Darin Routier had tried to get someone to rob his house for the Insurance money and even to have his car stolen. Would it be so farfetched to investigate if he wanted his family gone also to collect the money? Or did they ever consider that Darlie could have had a psychotic episode instead of being a cold blood killer? And if you can’t explain how or why an intruder came in, does that mean it did not happen?
A perusal of their business accounts flies in the face of the prosecution’s theory that they were in dire financial straits. As far as not paying the mortgage, June was the only month in arrears because of the trauma of the tragedy. And it remained unpaid afterwards as Darin did not want to go back to that house. It went into foreclosure.
The prosecution said there were no fingerprints from the intruder but a bloody one was found on the glass table. They said it was from one of the boys, but conveniently, they were not fingerprinted and had to be exhumed to try to get them.
You can click here to read about the unidentified prints.
And the biggest blunder of the case is the original trial transcript. They found 33,000 mistakes and they were serious ones. The court reporter eventually lost her license. She had even lied to a Judge about the existence of audiotapes of the trial. She pretended there was only static on them because she did not want to upset the judge and force another trial due to her mistakes. This should have automatically resulted in a new trial.
After Darlie was found guilty and given the death penalty, one juror came forward to say he made a mistake. He declared that he felt pressured by other jurors and could not have voted guilty if he had seen photos of her injuries not shown at trial.
The testimony of some of the nurses who attended to Darlie was also suspect. They gathered in the prosecutor’s office for the usual pre-trial meeting and then testified that she was cold and unfeeling. But the nurse’s notes kept at the station told a different story; it was written that she was very distraught, upset and crying all the time.
So with no expert testimony about Darlie being unlikely to pose a future danger, the jury gave her death instead of a life sentence.
Almost 17 years have passed since Darlie was sentenced to die and there have been no sign of the psychopathy claimed by the then-Dallas Country Assistant District Attorney Greg Davis. And she still claims her innocence.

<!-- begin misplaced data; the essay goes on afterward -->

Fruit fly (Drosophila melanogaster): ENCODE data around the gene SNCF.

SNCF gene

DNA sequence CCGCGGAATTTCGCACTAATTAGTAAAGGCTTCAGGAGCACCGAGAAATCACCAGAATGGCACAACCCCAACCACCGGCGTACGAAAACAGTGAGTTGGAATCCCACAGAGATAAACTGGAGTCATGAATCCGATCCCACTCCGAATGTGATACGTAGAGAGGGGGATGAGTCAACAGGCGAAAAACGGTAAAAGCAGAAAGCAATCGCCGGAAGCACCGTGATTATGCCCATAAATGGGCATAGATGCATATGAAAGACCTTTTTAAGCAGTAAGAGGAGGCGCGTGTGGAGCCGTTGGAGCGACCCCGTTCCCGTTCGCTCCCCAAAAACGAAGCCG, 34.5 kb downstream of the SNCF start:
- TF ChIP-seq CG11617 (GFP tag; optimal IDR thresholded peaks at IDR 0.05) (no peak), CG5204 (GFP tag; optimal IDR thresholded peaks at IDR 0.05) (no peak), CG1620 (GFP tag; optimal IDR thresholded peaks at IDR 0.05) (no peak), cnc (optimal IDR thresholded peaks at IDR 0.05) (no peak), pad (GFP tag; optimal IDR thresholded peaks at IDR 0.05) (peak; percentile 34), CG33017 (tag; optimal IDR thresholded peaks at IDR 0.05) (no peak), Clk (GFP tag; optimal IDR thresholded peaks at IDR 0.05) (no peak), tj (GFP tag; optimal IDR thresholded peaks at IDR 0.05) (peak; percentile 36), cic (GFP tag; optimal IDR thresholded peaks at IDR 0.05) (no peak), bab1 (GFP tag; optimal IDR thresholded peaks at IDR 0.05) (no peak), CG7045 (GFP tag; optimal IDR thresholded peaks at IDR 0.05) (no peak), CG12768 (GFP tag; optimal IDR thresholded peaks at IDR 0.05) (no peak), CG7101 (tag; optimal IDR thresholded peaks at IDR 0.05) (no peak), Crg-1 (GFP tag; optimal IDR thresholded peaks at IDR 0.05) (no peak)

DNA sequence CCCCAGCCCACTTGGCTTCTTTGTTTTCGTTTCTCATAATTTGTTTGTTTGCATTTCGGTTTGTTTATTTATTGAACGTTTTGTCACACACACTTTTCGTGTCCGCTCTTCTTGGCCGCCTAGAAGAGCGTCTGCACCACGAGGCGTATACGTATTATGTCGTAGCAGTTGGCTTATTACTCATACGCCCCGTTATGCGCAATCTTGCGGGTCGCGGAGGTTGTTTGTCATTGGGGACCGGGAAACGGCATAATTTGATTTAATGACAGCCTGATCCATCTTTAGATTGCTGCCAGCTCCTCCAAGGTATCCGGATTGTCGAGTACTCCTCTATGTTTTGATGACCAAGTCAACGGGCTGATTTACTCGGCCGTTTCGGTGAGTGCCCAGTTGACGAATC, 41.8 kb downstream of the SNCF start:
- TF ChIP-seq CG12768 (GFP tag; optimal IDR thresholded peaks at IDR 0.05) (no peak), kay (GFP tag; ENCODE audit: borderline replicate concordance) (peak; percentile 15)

Every morning on death row, Darlie starts the day with Scripture reading and prayers with other inmates. She tries to help them as much as she can with writing or any other task she can be useful at. She makes the best of a bad situation. Her family, supporters and defense team soldier on and remain hopeful she will be eventually set free. Her former husband has always believed in her innocence. He hung on for the longest time but finally filed for divorce in 2011 to move on from the ‘limbo’ they were in since her arrest.
Davis was right about one thing; this Southern belle does have a lot in common with Scarlett O’Hara. Resourceful and strong and not unlike the movie character, she has raised herself above adversity. Who could forget the classic old clip of Carol Burnett’s sketch as Scarlett going down the stairs of Tara wearing a curtain dress with the rod on her shoulders and declaring, “I saw it in a window and I just couldn’t resist.’’
Not unlike Scarlett making herself a dress out of curtains during hard times, Darlie has managed, even on death row, to keep her dignity and to take pictures of herself that could pass for glamour shots, while wearing her white prison jumpsuit. She is allowed to buy basic beauty products at the commissary and every morning, she makes sure to keep her spirits up by doing her hair and makeup. Some would call it vain, I call it survival. She is a survivor and she will not be ‘Gone with the Wind.’ Let’s hope she eventually gets a chance to hug her son Drake who was diagnosed with leukemia. There was plenty of reasonable doubt in this case and she deserved a fair trial.
And frankly my dear Greg Davis, many of us do give a damn!
Greg Davis was indicted in Collin County by a grand jury in 2010 on a charge of tampering with a governmental record, a state jail felony punishable by up to two years in jail. State District Judge David Brabham granted the motion to quash. Apparently, the indictment wording was too vague. Davis declined to comment. Davis was not retained by District Attorney Greg Willis who took over. He was promoted to First Assistant District Attorney of McLennan County in 2013.
According to Geoffrey Hazard, considered a leading national expert on ethics in the legal profession, “The public should have been shocked at Davis’s courtroom behavior. Hazard said that if Davis had tried such tactics in California where judges have exceptionally high professional standards, he would not have gotten into the second sentence with that.’’
“You’ve got a zoo there,’’ he said, referring to the Routier trial.
Nevertheless, Davis’ tactics went largely unchallenged by the judge – perhaps because at times he may not even have been aware of them. It was detailed in more than 400 pages of copious, handwritten trial notes that Tolle appeared to fall sleep at least 16 times while Routier was on trial.